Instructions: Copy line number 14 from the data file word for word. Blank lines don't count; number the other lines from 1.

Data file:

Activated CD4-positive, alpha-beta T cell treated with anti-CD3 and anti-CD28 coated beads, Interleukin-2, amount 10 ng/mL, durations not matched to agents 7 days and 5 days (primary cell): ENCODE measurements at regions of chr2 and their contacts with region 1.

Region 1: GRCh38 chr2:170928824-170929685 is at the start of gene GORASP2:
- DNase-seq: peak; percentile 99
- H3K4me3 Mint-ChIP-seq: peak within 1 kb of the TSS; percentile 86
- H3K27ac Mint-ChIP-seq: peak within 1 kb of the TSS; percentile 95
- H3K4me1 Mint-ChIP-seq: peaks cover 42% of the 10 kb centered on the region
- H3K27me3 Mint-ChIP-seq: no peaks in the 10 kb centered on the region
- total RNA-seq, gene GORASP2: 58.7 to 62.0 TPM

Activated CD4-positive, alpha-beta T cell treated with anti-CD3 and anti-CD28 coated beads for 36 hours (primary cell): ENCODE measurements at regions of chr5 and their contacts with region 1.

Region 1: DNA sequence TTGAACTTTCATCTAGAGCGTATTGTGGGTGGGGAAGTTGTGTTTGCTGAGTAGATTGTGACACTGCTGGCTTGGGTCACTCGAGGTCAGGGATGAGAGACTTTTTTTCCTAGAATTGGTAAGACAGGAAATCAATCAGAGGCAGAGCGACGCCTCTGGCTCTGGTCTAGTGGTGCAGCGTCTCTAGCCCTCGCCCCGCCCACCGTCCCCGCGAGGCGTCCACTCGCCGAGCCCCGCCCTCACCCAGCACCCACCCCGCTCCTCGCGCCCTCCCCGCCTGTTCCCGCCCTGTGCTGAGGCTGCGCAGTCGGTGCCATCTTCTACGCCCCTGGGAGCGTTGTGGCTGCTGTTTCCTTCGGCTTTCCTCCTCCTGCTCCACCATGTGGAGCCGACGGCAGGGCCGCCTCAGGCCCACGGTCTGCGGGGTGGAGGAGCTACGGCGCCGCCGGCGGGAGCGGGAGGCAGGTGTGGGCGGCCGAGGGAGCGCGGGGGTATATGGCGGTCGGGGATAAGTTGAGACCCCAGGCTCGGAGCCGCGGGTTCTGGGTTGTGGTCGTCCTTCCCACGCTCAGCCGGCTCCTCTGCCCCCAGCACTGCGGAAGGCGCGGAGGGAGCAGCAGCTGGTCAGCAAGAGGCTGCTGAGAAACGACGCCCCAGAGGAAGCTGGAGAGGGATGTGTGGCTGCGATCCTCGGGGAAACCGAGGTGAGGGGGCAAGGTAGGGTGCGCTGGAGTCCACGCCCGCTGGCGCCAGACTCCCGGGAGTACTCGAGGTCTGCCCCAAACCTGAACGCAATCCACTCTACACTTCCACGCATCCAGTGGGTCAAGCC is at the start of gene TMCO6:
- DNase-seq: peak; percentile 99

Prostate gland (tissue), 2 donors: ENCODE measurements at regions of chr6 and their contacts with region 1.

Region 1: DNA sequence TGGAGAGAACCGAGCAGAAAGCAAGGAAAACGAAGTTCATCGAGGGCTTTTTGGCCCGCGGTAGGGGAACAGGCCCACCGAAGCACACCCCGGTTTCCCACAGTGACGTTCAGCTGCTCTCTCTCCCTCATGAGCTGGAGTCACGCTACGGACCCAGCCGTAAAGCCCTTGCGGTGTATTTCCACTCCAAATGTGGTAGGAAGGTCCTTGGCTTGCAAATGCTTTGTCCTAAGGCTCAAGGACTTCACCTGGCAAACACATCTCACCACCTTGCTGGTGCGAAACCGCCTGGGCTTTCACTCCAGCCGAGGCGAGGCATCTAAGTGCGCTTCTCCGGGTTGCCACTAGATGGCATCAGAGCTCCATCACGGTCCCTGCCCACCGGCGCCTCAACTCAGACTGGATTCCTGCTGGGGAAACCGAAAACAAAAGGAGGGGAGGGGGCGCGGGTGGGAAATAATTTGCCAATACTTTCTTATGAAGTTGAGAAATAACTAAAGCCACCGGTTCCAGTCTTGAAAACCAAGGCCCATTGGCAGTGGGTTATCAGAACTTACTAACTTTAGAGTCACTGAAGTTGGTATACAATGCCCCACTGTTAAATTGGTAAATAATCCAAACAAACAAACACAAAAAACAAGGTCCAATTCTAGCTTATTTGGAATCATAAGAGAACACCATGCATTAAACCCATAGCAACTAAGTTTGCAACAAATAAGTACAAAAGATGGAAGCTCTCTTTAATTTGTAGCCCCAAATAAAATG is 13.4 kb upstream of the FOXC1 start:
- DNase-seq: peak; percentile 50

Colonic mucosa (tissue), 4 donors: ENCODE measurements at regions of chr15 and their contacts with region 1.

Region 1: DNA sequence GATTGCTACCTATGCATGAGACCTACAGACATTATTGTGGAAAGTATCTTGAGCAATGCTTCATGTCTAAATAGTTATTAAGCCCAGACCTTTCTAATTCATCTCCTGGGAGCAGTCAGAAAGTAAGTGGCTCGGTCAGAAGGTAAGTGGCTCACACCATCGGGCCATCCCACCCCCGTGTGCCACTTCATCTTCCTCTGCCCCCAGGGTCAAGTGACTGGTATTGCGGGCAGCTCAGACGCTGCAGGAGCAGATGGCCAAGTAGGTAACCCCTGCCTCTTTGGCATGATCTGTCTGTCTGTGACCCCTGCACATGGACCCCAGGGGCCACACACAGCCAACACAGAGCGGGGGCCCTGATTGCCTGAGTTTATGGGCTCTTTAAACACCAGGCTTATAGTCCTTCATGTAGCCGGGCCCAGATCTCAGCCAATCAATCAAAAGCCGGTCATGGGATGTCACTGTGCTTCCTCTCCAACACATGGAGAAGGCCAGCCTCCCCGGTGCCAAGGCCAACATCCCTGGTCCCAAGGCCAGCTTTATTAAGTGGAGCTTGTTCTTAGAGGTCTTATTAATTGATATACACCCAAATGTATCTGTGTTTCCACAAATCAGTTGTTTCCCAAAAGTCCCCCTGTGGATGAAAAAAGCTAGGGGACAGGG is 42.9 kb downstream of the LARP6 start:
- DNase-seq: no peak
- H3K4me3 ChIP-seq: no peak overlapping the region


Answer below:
- DNase-seq: peak; percentile 50